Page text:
That Round-Up That They Do Every Year

routenoteCrikey, what a year: Brexit, Trump, Corbyn and the coups, Syria, the destruction of The Jungle, Theresa May. If you’re a political band of any description you’d better be able to say that you know a song about some of that, and yes we do.

Like it’s predecessor, Protest For Dummies was two years in the making but hopefully it sounds like it might all have been written yesterday, opening as it does with a song about the royal family just as the government announced nearly £400 million pounds worth of public money heading towards repairs to Buckingham Palace. No space or resources for refugees, but millions of pounds to spend on all those empty rooms? Yeah, we might’ve mentioned that.

As political commentators talk up our post-truth, fake news existence and the world experiences an alarming rise in right-wing populism, there’s work to do for the likes of the Protest Family. If the facts don’t matter any more how do you challenge popular opinion or widely held beliefs? Well maybe if you can make the facts rhyme, dress them up with a chorus and mandolins and stuff, then maybe, just maybe people will be humming the truth on their way to work before they realise they’re supposed to have a post-fact reaction to the news.

The hard bit as ever is to get your work into the hands and ears of a wider audience and not just the folk who already share your point of view, hence our decision this time round to distribute the album more widely online, including on Amazon and iTunes. I’ve always avoided the big players before, didn’t want the purity of our art tainted by doing business with them and I’d have felt a bit of a hypocrite doing so, but I’ve been convinced (by the others mainly) that it’s part of reaching as many people as we can, and maybe placing songs about tax justice on an arch tax-dodger’s website is exactly the kind of subversive act that we should be engaged in. Mind you, the bonus track is only on the CD or on downloads from the band’s Bandcamp page, so there’s still a little reward for taking your ethics record shopping with you.

Obviously there’s nothing new about challenging the world we live in through song, as I was reminded listening to Tom Robinson sing Power In The Darkness at the Reminiscences of Rock Against Racism  book launch at Conway Hall in December. It was an extraordinarily powerful song then and it remains so now. Roger Huddle and Red Saunders’ book tells an extraordinary tale too, through the stories of some of the people that were there, including Tom of course. Did I mention that he borrowed my guitar?

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And only one cover version all year.

But never mind Tom (unless you want to drop him a line about listening to Protest For Dummies), what did we do in 2016? Well 46% of our gigs last year were outside the M25 and only 15% were in Waltham Forest (and they were less than a month apart). 15% of last year’s shows were in Hertfordshire and another 15% were in Derbyshire. Nearly 8% featured Jeremy Corbyn on the supporting line-up, but none of those were in Waltham Forest, Hertfordshire or Derbyshire. 15% of appearances were at Labour clubs and 23% were at festivals. (How I’ve got this far without a Venn diagram, I don’t know). 23% were in July and 15% in venues beginning with C….oh, enough.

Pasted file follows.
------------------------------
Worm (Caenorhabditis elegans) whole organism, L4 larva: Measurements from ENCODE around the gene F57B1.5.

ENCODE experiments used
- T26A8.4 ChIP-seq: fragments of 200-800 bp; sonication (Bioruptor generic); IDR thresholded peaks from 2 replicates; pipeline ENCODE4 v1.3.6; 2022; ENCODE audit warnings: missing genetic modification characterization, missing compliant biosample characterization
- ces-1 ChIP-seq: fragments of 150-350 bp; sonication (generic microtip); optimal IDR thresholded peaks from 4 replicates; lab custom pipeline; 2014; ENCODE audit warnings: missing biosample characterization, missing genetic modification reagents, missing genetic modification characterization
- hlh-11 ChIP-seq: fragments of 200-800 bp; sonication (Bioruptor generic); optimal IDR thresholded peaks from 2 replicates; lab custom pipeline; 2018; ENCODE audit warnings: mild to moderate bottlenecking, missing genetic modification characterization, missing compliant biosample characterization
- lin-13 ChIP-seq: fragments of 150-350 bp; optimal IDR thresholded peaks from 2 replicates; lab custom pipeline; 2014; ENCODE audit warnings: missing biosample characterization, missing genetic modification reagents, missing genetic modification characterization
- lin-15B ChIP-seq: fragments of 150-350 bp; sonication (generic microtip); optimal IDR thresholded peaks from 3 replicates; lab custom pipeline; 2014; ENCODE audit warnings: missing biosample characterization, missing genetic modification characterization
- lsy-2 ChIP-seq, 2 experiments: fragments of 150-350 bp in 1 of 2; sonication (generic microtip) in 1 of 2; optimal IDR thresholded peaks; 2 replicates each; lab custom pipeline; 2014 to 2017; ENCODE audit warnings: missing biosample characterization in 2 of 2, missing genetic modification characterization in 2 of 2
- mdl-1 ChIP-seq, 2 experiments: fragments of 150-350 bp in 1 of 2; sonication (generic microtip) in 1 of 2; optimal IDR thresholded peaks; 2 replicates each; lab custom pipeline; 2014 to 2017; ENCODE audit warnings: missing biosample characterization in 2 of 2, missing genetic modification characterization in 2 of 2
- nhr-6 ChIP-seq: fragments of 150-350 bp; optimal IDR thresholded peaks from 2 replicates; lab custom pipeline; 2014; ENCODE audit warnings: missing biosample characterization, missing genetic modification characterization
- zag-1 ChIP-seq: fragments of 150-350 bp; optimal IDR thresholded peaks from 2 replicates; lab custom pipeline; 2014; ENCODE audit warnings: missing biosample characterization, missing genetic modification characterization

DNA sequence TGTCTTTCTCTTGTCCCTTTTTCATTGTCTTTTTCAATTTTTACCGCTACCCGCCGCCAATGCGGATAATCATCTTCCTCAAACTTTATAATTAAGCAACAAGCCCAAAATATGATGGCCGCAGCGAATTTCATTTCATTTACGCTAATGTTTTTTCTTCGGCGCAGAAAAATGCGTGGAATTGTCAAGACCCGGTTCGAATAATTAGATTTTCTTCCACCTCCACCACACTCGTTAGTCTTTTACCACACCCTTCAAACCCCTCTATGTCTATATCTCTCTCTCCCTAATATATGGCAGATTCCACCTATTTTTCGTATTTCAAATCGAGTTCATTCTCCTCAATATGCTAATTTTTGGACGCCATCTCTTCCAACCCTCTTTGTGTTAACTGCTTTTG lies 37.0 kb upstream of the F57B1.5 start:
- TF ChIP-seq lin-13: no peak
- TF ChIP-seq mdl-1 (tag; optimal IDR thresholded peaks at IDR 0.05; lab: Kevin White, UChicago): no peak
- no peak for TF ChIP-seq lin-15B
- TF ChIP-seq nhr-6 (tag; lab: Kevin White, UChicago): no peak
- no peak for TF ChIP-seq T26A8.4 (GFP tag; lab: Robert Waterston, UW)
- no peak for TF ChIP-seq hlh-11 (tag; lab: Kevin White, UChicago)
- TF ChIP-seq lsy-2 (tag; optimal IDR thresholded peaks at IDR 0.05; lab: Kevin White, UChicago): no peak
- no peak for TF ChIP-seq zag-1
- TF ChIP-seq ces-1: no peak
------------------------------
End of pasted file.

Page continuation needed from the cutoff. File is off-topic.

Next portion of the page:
Anyway, we had a nice time and hopefully made the world a better place by a percentage point or at least a bit of one.

2017? Who knows? It looks like there’s some strike benefits on the horizon and that’s no surprise. There is a surprise planned for July, but more of that later, and otherwise? Well as one reviewer put it, we’re alive and kicking, and definitely kicking.

Happy New Year!

Steve

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Burston At The Seams

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Hardwork

Alright, so Burston’s the scene of the longest running strike in this country’s history. The Burston tale is one of militant teachers, nasty bosses, a pantomime villain power-hungry preacher, the kids showing extraordinary solidarity and mettle, and the trade union cavalry charging over the hill to save the day. You might have bought a brick at Brisbane Road but Tolstoy sponsored one in the Strike School.

 

The sun shone on this year’s rally, the queues for selfies with Corbyn were long*, the ones at the bar appealingly shorter and we had a great time despite me breaking a string AGAIN. It was great fun too to join Attila the Stockbroker at the end as invited** backing singers on Prince Harry’s Knob. I’m not sure he was expecting the harmonies.

The Corbynmania thing’s a bit weird. We’re all behind JC for obvious reasons but it’s odd seeing him whisked in by car and surrounded by pink-jacketed Unite stewards when you’re used to seeing him just turn up on the bus with everybody else.

I did write about him recently, so if you’re thinking about writing a song about how the whole of the mainstream press, all of the BBC’s politics department and most of his own party appear to be against him despite his enormous public popularity, in the style of Kent Walton commentating on tag-team wrestling, to a country and western themed sound track, don’t worry I’ve got you covered. I even used a line from Tag Team Time in a Facebook status update about Jeremy’s late addition to the Strike School Rally’s line-up of speakers.

You’ll get to hear Tag Team Time (plus our tribute to the Punk Waltham Forest tributes) if you manage to get along to our StowFest gig next week.

Failing that, Lol and I are out being pop-up folk-punks at a Corbyn-supporting show at Nambucca on Wednesday, I’m in Nottingham on October 7th and then it’s all systems go for my birthday bash on October 15th.

So, see you out there somewhere.

Steve

* We didn’t get one, we’ll have to settle for my picture with John McDonnell from the Redbridge Momentum meeting.

** We’ve done it uninvited loads of times.

Funky Lol’s Picket Line

Most of our songs are pretty easy to understand, but people sometimes ask about Funky Lol’s Picket Line (from This Band Is Sick). It was written by Steve, but it’s got my name in it. Here’s what it’s all about.